What Is Bloodless Medicine?
Bloodless medicine and surgery refer to treating a patient’s surgical needs without resorting to the use of banked blood. In other words, a patient undergoing a procedure with bloodless medicine will not have any type of blood transfusion. There are many reasons that a patient may not be a good candidate for a blood transfusion, such as medical, personal, or religious grounds. Bloodless medicine performs the same procedures as regular medicine and is safely performed in many hospitals.
What Types of Conditions Does Bloodless Medicine Treat?
Bloodless healthcare is available for many different types of procedures and surgeries and can be performed on both children and adults. Some of the areas where bloodless medicine can be sued include:
- Oncology (cancer surgeries)
- Cardiology and cardiac surgery
- Obstetrics and gynecology
- Neurosurgery (brain surgeries)
- Orthopedic surgery
- Pediatric procedures
- Vascular surgery (artery, vein, and circulation)
- Thoracic surgery (chest; heart, lungs, and esophagus)
- Plastic surgery
- Hematology (blood disorders, leukemia)
- Internal medicine
- Otolaryngology (ear, nose, and throat)
Doctors and surgeons trained in bloodless medicine have specific procedures they follow for each type of condition. The common ground is that no banked blood is used.
Are There Benefits to Bloodless Medicine?
While oftentimes the choice for bloodless medicine is a personal one, it has many benefits for those who choose to use it. According to Johns Hopkins, patients who opt out of blood transfusions have a faster recovery time, fewer infections, and shorter hospital stays.
What Are the Risks of Blood Transfusions?
Some patients worry about the risk of receiving a blood transfusion. While rare, there are risks to having blood transfusions, as well as unwanted side effects. Risks of blood transfusions include:
- Risk of transmission of bloodborne diseases, such as:
- Hepatitis B
- Hepatitis C
- Increased risk of hospital-acquired infection
- Temporary immune system suppression
All bloodless medicine approaches have been fully approved by theFDA and are not in an experimental stage.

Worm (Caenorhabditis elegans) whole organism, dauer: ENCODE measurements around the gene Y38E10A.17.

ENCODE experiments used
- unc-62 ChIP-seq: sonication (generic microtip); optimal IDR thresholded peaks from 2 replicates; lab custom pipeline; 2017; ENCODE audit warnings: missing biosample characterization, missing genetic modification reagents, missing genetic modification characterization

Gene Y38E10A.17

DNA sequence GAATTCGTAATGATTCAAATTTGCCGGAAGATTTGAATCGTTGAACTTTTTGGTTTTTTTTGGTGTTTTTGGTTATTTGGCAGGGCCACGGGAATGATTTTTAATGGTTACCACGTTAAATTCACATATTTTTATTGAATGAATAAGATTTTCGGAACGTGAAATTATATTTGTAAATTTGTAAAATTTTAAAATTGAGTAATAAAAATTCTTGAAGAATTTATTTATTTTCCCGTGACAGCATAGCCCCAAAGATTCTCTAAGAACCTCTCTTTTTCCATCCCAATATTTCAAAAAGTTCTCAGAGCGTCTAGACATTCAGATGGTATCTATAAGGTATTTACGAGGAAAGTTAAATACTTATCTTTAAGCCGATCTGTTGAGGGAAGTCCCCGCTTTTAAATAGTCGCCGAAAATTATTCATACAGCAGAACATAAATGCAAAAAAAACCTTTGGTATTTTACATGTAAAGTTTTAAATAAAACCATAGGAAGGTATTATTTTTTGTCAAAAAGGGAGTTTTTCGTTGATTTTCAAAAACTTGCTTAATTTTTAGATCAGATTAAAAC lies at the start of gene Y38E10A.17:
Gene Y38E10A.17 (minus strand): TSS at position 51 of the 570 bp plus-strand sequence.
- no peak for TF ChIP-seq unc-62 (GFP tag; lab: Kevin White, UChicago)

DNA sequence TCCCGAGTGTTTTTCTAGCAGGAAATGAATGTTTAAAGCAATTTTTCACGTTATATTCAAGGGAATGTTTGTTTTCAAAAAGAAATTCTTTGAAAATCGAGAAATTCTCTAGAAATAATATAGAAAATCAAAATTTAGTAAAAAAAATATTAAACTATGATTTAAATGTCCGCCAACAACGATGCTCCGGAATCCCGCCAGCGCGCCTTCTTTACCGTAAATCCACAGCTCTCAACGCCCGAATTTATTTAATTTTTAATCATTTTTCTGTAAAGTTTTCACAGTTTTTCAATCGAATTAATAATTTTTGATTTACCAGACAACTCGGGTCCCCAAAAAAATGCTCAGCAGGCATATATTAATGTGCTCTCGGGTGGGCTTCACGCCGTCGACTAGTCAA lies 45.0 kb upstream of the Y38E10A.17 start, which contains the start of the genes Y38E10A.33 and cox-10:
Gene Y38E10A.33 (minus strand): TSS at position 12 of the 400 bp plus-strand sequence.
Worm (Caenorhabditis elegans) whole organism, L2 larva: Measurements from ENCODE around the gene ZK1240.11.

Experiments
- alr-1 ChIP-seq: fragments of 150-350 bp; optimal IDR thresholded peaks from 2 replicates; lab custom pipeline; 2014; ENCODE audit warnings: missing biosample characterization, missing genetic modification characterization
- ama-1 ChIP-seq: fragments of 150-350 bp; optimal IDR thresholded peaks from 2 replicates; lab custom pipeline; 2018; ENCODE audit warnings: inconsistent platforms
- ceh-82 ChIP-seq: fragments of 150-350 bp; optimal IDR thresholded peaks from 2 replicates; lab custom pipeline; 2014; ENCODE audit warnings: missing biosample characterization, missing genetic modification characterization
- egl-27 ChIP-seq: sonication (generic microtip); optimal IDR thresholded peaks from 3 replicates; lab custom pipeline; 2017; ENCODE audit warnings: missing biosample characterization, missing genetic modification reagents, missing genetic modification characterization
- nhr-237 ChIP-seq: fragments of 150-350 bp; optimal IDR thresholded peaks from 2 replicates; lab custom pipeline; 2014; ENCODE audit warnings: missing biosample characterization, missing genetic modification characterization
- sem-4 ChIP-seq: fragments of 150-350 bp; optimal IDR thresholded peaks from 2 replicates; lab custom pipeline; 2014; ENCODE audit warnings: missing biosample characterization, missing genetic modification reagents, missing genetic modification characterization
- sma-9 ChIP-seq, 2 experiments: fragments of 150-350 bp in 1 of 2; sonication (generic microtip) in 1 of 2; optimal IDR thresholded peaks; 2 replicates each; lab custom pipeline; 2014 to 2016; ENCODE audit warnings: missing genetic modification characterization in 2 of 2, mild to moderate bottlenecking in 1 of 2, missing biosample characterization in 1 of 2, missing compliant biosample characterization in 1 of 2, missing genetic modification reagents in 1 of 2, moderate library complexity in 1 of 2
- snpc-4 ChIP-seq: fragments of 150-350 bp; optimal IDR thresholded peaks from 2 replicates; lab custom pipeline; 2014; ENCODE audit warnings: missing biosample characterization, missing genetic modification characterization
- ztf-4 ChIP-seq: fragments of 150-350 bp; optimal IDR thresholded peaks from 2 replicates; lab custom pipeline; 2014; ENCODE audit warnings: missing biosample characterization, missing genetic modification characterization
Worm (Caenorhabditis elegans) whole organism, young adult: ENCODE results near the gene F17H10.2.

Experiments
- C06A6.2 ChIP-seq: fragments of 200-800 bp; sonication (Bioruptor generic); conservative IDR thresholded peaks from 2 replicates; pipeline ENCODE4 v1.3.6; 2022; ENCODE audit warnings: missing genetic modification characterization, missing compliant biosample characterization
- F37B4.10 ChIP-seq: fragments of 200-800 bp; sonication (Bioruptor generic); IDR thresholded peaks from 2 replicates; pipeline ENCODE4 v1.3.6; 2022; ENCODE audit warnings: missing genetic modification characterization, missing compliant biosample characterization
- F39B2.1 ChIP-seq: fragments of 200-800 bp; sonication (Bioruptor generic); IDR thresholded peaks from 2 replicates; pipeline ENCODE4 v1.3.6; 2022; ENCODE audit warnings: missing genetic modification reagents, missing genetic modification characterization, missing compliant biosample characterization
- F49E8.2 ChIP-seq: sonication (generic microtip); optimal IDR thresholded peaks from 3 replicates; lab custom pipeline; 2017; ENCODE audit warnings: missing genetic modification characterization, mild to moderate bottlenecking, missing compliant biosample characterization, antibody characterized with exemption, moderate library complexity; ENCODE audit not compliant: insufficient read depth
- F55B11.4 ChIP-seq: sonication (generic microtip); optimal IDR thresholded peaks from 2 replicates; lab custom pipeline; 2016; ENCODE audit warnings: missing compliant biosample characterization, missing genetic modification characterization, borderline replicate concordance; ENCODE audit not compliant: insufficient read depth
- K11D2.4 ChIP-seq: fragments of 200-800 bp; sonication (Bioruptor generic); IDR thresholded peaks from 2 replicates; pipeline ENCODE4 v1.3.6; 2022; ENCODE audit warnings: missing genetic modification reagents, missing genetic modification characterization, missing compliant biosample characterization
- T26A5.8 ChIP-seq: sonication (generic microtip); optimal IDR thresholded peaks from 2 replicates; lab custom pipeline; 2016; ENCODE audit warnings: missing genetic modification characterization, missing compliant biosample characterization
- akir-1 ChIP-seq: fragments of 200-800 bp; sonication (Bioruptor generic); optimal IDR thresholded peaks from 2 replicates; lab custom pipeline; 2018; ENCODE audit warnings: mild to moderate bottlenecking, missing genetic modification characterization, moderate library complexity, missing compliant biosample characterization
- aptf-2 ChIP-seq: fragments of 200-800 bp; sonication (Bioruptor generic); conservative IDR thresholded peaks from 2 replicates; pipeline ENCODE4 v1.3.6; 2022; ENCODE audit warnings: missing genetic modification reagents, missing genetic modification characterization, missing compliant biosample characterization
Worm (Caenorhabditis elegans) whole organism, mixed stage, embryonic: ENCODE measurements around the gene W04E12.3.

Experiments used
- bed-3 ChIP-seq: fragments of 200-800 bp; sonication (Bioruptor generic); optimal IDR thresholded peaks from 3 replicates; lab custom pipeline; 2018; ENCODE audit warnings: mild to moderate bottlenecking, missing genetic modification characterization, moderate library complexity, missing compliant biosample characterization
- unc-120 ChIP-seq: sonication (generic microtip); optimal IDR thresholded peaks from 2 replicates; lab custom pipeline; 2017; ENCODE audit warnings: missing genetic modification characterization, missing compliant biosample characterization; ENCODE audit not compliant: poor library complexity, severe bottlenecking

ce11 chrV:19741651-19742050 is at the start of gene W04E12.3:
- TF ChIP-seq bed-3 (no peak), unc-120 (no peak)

What Are Some Blood Management Techniques?
In order to provide bloodless medicine treatment, there are certain techniques doctors use when it comes to blood management techniques and strategies. Some of these include:
- Hemodilution. During this procedure, the surgeon will remove some blood before the patient prior to surgery, replacing the volume with intravenous fluids. When the surgery is over, the blood is returned to the patient.
- Preoperative correction of anemia. Some patients undergoing surgery have the condition of anemia. Prior to surgery, your care team will try to treat the root cause of the anemia while also supplementing you with medications, vitamins, and iron.
- Thrombin and adhesives. These help with blood clotting, which helps to reduce bleeding after surgery.
- Meticulous surgical techniques. Often, surgeons will use smaller instruments during bloodless medicine to reduce the risk of blood loss.
- Intraoperative blood cell recovery and reinfusion. This procedure captures any of the patient’s blood during surgery. It is then cleaned, and the blood returned to the patient.
It fully depends on what type of treatment or surgery you’re receiving if any of the above blood management techniques would be an optimal choice, however, often preparing for bloodless surgery requires much of the same general preparation.
How Do I Prepare for Bloodless Medicine or Surgery?
Your surgeon will go over specific instructions with you when it comes to preparing for your surgery, such as fasting, etc. Then, you will both discuss the least invasive approach for your procedure or surgery, to minimize any chance of blood loss. Sometimes more than one of the above management procedures are used, such as the microsampling of blood and hemodilution. Doctors will recommend specific vitamins and supplements in most patients prior to surgery. These supplements boost red blood cells, which can help the body handle blood efficiently.
What Happens During Bloodless Medicine or Surgery?
Every procedure and surgery is different, however, surgeons and physicians always choose the most minimally invasive instruments and techniques. Some methods used during surgery include:
- Electrocautery or the argon beam coagulator. Both of these can close bleeding vessels.
- Harmonic scalpel. This tool cuts tissues in a way that allows them to clot immediately.
- Hemostatics. These are products designed to stop bleeding and can be used prior to surgery, during, and afterward.
- Noninvasive continuous hemoglobin monitor. This device measures hemoglobin without taking a blood sample. This requires less blood to be taken from the patient.
- Specialized anesthesia. This can help lower blood pressure during a procedure.
If you have questions about any of these measures, be sure to talk with your gastroenterologist or surgeon prior to your procedure. On the day of your surgery, you will go over the details before having the procedure.
What Happens After Bloodless Medicine or Surgery?
It’s important to continue to monitor blood loss after surgery, as it is a common post-procedural problem. You may be given medications that stimulate your red blood cell count after surgery, and your doctor may use microsampling techniques, which only draw a small amount of blood. The noninvasive hemoglobin monitor can also be used to monitor your levels post-surgery without having to draw any blood sample at all.